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Continuer (Sunday, 2013 March 17)

March 17th, 2013

A few months passed. Late October my parents started remodeling the bathroom. At first I was like, "Finally! I can show off my bucket bathing skills, since we won’t have a shower." But then I realized our backyard doesn’t have any place where you can bathe without being seen (no outdoor latrine), and that I had no desire to shower outside in NYC in late October. Just goes to show, even the "roughing it" skills we learn in Peace Corps don’t always translate well to a culture where the infrastructure doesn’t support them.

Around the same time, I was due to start my job, so I really wanted to have regular access to a shower for the week or so that my parents were due to not have a bathroom. Accordingly, I started putting in motion the move to a new apartment. I thought I had timed everything correctly, with me moving in at the beginning of November, and the management company telling me I could pick up the keys a few days early, but hadn’t counted on the super needing more time to change the locks. Oh, and then there was Hurricane Sandy. We lost power (and therefore heat, which has an electric ignition) at my parents’ house for a couple of days (long enough to run out of charge on all my electronics), which I definitely hadn’t expected to happen in the First World. Me and Rita played cards by candlelight. My first day of work, our new office was still nonfunctional, so our office manager had people over in her apartment and we worked there. Subway service was inoperative, and buses were swamped. Flatbush Avenue has this longstanding phenomenon of "dollar vans", which are sort of analagous to taxis in Cameroon. Maybe that’s why I didn’t want to take them. They were doing a brisk business. I decided to walk it, which was tiring but not unreasonable. Thenceforth I took my bike.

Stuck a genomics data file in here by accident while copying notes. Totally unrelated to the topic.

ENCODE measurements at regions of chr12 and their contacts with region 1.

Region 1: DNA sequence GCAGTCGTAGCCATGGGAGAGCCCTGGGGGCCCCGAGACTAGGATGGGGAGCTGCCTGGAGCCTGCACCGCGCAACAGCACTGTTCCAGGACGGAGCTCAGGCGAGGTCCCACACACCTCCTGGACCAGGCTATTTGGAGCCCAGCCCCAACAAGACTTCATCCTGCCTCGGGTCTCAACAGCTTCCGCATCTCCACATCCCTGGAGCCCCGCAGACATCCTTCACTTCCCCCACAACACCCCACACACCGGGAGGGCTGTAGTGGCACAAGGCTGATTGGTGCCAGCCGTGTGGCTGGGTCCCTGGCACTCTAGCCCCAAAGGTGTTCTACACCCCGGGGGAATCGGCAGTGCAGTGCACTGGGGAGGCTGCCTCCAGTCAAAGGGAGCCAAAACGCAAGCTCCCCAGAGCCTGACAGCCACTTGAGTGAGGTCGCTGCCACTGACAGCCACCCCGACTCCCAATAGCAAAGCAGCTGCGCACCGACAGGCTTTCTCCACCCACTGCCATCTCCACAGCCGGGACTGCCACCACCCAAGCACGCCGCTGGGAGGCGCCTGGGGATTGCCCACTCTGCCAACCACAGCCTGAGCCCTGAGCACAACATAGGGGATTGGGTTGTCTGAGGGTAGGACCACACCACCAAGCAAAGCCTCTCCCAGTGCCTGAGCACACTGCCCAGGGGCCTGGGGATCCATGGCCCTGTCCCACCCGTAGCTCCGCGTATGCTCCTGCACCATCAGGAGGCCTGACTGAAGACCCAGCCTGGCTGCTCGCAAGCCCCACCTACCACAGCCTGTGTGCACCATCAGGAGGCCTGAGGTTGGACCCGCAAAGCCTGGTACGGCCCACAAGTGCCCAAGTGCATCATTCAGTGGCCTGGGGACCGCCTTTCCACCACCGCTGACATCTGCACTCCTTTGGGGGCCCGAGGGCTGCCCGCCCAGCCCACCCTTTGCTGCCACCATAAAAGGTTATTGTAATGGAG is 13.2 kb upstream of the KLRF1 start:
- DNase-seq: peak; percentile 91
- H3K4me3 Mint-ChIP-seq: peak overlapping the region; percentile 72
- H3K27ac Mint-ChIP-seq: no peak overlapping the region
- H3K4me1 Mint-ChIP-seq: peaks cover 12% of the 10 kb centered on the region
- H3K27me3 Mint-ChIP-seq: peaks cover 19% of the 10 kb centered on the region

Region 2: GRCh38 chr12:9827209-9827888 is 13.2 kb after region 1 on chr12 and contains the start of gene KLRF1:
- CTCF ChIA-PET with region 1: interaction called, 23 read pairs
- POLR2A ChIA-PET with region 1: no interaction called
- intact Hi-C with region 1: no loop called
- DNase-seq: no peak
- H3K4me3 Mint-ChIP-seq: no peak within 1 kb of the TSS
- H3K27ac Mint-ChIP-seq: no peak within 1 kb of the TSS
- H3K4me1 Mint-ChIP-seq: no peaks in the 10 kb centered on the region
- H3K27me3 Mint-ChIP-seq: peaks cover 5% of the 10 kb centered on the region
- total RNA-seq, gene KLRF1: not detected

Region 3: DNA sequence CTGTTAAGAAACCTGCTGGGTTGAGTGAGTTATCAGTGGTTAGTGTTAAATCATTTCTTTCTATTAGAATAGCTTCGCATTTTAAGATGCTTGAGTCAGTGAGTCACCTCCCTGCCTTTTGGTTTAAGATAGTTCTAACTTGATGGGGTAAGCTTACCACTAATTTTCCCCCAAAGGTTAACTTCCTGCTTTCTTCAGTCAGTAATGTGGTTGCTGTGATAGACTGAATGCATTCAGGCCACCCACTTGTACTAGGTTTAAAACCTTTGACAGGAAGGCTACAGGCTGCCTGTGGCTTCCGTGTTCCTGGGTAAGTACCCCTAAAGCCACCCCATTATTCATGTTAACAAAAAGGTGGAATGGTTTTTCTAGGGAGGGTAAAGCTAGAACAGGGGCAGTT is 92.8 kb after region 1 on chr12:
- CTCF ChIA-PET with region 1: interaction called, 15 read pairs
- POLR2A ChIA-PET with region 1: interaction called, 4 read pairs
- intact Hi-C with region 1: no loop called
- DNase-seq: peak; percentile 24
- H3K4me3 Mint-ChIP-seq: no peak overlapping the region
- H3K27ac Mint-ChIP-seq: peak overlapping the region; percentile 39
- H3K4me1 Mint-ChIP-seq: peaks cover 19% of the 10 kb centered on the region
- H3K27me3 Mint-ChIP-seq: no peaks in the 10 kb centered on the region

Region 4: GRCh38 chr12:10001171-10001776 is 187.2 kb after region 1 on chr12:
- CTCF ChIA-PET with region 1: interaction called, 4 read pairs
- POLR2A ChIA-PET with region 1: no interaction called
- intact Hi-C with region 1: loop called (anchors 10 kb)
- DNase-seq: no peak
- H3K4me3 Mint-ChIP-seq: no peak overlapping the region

And then things settled down, slowly but surely. Mass transit started working again normally. The subtle terror of lines at gas stations and what that might portend faded gradually as gas started flowing back into Greater New York. I started a job that I’m good at. Eventually I went on isoniazid for my tuberculosis, then off it again when there was a national shortage, but now I’m back on it. There’s the occasional oddity here in "White Man Country" (to use the Anglophone phrase), like discovering that traffic buttons don’t really do anything and neither do elevator "door close" buttons in normal operation, but by and large I am living the good life. I eat a lot of meat — in Cameroonian terms, I’ve become even more "healthy" — and I drink a fair amount of delicious things (at least, when I’m not on my isoniazid). I play board games (of which I now have almost 100) and I see my friends and even other Volunteers like Peter Paskowsky pretty regularly.

I always strive to be not like other people, but of course (as previously) I’m not too far off from Volunteer-normal. I’ve had to struggle to understand and accept that things that don’t matter to me are nevertheless taken quite seriously by people I care about, and that I need to respect that. A good example is wearing shoes — it feels like most everyone I know has a standing policy that you take your shoes off immediately as soon as you have one foot inside the door, despite the fact that nobody’s gonna track any mud in from their apartment building corridor. It isn’t rainy season, after all! I guess I’ve made a peace with it because I know I’ve got my own quirky neuroses too (like the occasional French word or "When I was in Africa…" story), and I figure if people can put up with mine, I ought to put up with theirs too. None of us are really objectively right — we’re all just screwed up in slightly different ways.

Lately I’ve read The Magician King by Lev Grossman, which I enjoyed, but not as much as the original The Magicians, partly because of some of the deeply disturbing scenes at the end, Bone Dance by Emma Bull, which I loved, and Redshirts by John Scalzi which was also quite enjoyable.

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